C. Julii Caesaris Quae Exstant

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by Julius Caesar

Julius Caesar (full name Gaius Iulius Caesar) was born into one of the highest social, yet relatively politically unimportant, families of Rome in 100BCE. Throughout his life, Caesar married daughters of high-ranking men in order to gain political and social power. He was a successful military general and a convincing (albeit not always successful) Attic orator who often used bribes, threats and a multitude of friendships and connections to exact revenge and to rise up the ranks of the politically powerful in Rome. Given control of three large regions of what would be Europe by the Senate, Caesar started, and finished, a major war in Gaul which quickly and vastly increased his influence over the Roman people while simultaneously solidifying his enemies’ positions against him. In order to escape conviction and exile, Caesar “crossed the Rubicon” in 49BCE with his army and invaded Italy, starting a civil war which spread throughout the Roman Empire. After his victory, Caesar enjoyed a variety of high political positions from 49 to 45BCE before finally naming himself dictator perpetuo (perpetual dictator) in 44BCE. On the “Ides of March,” 15 March 44BCE, Caesar was assassinated in a widespread conspiracy to take him out of power. Caesar adopted his great-nephew Octavian, who would become the first Roman “emperor” Augustus, posthumously through his will. [1]

This 1719 compilation of Julius Caesar’s works includes his most famous war commentaries in the original Latin. These are: De Bello Gallico, De Bello Civili, De Bello Alexandrino, De Bello Africano, and De Bello Hispaniensi. Caesar relates his role and memories from these wars in Gaul, the Roman Empire (Civil War), Greece, Africa, and Spain, respectively. Additionally included are fragments of Caesar’s histories (in progress at his death), fragments from letters he wrote and received, and an index, Index Vocabulorum Omnium, of all the vocabulary used in the works.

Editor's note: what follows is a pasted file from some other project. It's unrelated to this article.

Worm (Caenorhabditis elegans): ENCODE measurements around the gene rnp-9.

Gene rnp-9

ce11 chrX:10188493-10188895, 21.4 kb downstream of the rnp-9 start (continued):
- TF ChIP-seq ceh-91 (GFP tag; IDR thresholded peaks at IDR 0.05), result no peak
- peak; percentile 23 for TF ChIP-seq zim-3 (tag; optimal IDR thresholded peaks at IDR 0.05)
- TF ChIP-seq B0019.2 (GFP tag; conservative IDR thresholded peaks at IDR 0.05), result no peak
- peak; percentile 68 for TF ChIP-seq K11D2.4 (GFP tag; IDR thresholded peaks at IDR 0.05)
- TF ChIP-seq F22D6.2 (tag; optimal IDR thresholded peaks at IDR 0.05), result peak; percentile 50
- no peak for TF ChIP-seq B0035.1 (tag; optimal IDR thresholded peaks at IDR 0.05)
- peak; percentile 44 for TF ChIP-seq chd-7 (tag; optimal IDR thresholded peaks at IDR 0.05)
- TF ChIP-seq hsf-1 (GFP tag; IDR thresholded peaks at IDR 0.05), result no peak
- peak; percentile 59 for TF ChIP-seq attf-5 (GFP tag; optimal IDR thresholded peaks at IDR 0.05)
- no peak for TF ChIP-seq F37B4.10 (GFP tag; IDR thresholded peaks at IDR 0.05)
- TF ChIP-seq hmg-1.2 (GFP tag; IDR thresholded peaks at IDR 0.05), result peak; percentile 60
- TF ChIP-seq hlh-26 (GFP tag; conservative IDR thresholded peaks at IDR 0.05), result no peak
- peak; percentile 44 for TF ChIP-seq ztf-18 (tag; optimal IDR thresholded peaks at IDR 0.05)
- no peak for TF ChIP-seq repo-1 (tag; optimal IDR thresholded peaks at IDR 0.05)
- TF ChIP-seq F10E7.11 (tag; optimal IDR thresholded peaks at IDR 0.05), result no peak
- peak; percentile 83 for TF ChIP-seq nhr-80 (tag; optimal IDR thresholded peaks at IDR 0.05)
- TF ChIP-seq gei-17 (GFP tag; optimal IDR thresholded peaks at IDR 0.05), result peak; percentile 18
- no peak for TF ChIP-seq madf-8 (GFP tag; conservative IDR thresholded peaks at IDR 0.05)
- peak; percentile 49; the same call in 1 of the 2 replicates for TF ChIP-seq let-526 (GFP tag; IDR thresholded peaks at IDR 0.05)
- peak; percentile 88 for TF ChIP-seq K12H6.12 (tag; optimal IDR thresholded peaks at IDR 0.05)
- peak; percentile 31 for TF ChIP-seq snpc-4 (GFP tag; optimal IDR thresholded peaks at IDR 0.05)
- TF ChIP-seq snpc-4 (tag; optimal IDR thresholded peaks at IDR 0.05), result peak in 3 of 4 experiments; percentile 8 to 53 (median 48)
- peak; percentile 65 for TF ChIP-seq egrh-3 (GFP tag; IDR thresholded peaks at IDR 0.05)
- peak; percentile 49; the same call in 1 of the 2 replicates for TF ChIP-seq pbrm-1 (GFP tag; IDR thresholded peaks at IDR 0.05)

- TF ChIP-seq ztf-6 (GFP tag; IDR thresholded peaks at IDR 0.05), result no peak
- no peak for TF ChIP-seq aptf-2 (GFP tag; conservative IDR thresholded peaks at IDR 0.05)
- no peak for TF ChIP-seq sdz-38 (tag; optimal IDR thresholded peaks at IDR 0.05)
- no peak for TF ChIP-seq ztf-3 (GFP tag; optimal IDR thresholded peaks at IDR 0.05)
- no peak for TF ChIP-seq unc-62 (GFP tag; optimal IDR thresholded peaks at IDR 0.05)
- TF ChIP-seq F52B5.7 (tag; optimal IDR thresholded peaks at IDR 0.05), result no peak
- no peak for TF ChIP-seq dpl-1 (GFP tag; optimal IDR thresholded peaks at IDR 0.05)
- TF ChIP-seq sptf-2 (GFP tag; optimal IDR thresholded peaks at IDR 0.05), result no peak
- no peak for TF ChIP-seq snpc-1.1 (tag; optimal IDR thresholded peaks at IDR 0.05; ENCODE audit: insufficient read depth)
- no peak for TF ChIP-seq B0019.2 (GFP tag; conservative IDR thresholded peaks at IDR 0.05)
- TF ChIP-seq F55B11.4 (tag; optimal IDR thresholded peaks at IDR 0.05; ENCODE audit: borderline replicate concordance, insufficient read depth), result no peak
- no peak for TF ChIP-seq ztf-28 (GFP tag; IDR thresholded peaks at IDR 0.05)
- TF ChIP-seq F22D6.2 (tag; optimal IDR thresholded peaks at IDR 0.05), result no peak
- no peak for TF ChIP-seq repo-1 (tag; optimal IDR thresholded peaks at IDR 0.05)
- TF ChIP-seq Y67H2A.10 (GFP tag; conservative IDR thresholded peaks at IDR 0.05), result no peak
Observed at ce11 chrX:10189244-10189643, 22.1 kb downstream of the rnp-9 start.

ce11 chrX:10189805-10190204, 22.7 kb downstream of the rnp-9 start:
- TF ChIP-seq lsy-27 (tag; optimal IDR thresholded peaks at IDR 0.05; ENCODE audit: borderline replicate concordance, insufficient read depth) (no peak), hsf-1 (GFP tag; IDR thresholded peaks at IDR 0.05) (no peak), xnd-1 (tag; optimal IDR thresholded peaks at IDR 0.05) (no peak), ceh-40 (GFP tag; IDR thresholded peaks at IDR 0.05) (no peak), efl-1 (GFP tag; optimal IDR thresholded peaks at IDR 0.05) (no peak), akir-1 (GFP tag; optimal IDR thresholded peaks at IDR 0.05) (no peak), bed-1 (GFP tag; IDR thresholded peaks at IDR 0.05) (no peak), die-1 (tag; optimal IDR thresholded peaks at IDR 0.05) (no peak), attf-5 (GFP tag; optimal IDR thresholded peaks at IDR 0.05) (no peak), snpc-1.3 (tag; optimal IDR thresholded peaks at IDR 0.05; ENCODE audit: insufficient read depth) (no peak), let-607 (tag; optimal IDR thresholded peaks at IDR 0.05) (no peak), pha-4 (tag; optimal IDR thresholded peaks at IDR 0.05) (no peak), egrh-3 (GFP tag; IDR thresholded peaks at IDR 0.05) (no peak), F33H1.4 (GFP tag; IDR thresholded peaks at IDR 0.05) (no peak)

Bibliographic Information

Author: Julius Caesar

Title: C. Julii Caesaris Quae Exstant

Publication Info: Edition tertia. Londini: E [sic] typographaeo Mariae Matthews : Impensis J. & B. Sprint, B. Tooke, D. Midwinter, A. Bettesworth, J. Bowyer, H. Clements, Gul. Taylor, T. Ward, Gul. & J. Innys, & Gul. Churchill, 1719.


Evidence for Inclusion in Wythe's Library

Listed in the Jefferson Inventory of Wythe's Library as Caesar Delphini. 8vo. and given by Thomas Jefferson to his grandson Thomas Jefferson Randolph. The precise edition owned by Wythe is unknown. George Wythe's Library[2] on LibraryThing indicates this adding "Several octavo editions were published, the first in 1693." The Brown Bibliography[3] lists the London 3rd edition published in 1719 based on the copy Jefferson sold to the Library of Congress.[4] The Wolf Law Library followed Brown's suggestion and purchased the third edition edited by Joannes Godvinus.

Description of the Wolf Law Library's copy

Bound in octavo calf on 5 raised bands with gilt compartments and spine label and covers blind tooled. Red and brown sprinkled edges. contains arms bookplate to pastedown. Titlepage in red and black. Purchased from Abbey Antiquarian Books.

View this book in William & Mary's online catalog.


  1. "Iūlius Caesar" in Oxford Dictionary of the Classical World, ed. by John Roberts (Oxford: Oxford University Press, 2007).
  2. LibraryThing, s. v. "Member: George Wythe," accessed on November 13, 2013, http://www.librarything.com/profile/GeorgeWythe
  3. Bennie Brown, "The Library of George Wythe of Williamsburg and Richmond," (unpublished manuscript, May, 2012) Microsoft Word file. Earlier edition available at: https://digitalarchive.wm.edu/handle/10288/13433
  4. E. Millicent Sowerby, Catalogue of the Library of Thomas Jefferson, 2nd ed. (Charlottesville: University Press of Virginia, 1983), 1:28-29 [no.59].